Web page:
Cross Language

“At the center of your being you have the answer; you know who you are and you know what you want.”
Lao Tzu


Cross Language

I was watching game seven of the World Series. It was the Astros vs the Dodgers. One of the announcers, an ex-player, said that the starting pitcher had to “stay inside of his body”.

I was in the wings at a dance concert watching a friend perform. When the piece was over, to hearty applause, I asked how did it go? She was disgusted with herself and said, “I couldn’t feel the floor”.

I once watched a half-time interview with Kobe Bryant. When quizzed by the side-line reporter, he said, “I’m trying to get my legs under me”.

Professionals who perform at a high level say funny things! Obviously the floor is right there, Kobe is running around and shooting and the pitcher didn’t float away; at least that I could see.

It is the same thing being said in very different worlds.

Knowing this it helps to understand some of the goofy language in other areas. “The answer is within you” says the guru. “Find your center” says everyone. “Be grounded” is another one that gets flipped around.

It is a paradox! We believe that we must practice our technique in order to perform well. When it is time to perform, we must be focused deeply on our technique. We have to stay inside of our body when pitching in the World Series.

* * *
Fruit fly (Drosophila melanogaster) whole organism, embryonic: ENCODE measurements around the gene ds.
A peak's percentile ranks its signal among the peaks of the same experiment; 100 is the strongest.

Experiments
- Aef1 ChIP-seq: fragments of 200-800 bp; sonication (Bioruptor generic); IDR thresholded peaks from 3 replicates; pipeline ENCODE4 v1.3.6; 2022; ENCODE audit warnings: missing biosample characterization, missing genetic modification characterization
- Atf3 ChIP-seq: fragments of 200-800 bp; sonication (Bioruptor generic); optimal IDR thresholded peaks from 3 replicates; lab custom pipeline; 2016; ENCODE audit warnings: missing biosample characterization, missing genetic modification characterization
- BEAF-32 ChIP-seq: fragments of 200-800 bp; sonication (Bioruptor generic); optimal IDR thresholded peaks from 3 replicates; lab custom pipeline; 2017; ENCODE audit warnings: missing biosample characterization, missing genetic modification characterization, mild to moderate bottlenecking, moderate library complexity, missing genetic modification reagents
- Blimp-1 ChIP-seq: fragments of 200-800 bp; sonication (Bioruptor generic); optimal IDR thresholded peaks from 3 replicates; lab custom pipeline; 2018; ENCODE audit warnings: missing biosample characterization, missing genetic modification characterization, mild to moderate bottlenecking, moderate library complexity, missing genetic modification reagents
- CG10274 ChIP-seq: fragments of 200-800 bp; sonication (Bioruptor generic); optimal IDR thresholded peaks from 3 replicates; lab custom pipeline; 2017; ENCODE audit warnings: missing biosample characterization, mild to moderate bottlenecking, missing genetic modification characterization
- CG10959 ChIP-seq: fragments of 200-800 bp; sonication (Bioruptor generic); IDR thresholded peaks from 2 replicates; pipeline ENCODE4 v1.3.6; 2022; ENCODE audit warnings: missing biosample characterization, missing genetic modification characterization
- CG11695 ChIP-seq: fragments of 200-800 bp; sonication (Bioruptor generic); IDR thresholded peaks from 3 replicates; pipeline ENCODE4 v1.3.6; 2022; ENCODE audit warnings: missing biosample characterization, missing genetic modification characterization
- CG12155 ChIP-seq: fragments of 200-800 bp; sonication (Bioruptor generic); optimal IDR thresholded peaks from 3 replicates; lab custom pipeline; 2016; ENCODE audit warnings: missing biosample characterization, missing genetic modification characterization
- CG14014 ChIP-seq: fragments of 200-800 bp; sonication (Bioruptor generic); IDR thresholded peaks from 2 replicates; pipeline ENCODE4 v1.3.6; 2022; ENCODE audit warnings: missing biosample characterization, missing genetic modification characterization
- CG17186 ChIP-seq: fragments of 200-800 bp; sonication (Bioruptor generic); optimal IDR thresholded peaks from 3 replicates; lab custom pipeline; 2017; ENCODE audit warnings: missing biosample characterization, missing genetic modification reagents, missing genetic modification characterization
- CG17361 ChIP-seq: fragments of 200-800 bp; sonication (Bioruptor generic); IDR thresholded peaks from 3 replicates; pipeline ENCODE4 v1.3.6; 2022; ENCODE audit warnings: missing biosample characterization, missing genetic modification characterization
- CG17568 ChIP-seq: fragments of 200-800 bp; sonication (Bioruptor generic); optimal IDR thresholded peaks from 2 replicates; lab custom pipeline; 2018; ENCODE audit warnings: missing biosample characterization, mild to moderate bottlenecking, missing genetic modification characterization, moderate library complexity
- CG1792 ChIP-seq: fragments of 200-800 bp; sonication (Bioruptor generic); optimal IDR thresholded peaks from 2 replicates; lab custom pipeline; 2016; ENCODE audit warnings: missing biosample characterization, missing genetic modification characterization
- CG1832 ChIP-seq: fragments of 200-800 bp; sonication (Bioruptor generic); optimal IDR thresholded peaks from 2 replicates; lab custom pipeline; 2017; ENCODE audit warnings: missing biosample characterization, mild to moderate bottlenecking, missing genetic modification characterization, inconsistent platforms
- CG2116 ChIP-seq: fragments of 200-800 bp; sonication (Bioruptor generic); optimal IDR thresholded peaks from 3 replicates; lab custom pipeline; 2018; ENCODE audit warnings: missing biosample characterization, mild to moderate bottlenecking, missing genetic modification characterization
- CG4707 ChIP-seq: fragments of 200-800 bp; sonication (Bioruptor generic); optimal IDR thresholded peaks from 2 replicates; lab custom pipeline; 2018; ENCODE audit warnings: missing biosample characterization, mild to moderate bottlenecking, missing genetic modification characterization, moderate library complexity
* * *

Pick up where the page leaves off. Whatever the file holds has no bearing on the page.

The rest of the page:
Method actors, those who dive deep within themselves to perform a character are doing the same thing. They are actively generating within to manifest an outward showing. Losing that connection, that constant internal percolation, will cause the actor to be lost in the role.

Professional speakers without their speeches are fun to watch. I’m thinking lawyers, politicians and Obama. They too have an internal process that you can see in action. Watch their long pauses as they carefully choose their words. Would that I could be so careful when writing a blog or teaching a class.

Your life, wanting deeper and richer experiences, needs for you to pay attention to how you are living. See? There goes that language again! It can sound strange and mystical and like nonsense. If you can imagine the sports player when performing at the highest level needing to stay within his body, then you can do the same.

By extension, the need to keep the internal cooking while we reach outside of ourselves, this explains why the Buddhist chants “nam-myoho-renge-kyo” and the dancer counts to eight over and over and why the Apostle Paul said, “I thank my God, I speak with tongues more than ye all”.

The spiritual, the athlete, the artist are all reaching out for a connection but must sustain their focus internally. Summed up: pay attention to what you are doing!

 

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